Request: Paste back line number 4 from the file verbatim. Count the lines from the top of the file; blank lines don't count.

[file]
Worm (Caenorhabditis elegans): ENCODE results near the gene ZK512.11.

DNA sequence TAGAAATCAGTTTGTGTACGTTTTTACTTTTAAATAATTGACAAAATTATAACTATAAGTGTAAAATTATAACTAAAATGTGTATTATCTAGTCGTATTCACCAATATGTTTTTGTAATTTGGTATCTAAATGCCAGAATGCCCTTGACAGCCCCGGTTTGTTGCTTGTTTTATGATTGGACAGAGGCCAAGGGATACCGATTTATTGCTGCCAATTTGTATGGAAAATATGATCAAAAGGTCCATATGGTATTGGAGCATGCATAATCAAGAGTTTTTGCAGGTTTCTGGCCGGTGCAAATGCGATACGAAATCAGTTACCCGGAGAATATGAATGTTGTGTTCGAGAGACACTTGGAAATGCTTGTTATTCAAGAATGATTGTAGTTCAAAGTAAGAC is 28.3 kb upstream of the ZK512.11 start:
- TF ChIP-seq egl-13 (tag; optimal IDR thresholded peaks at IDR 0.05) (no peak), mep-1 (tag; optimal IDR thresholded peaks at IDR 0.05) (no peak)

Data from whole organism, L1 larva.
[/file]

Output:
Data from whole organism, L1 larva.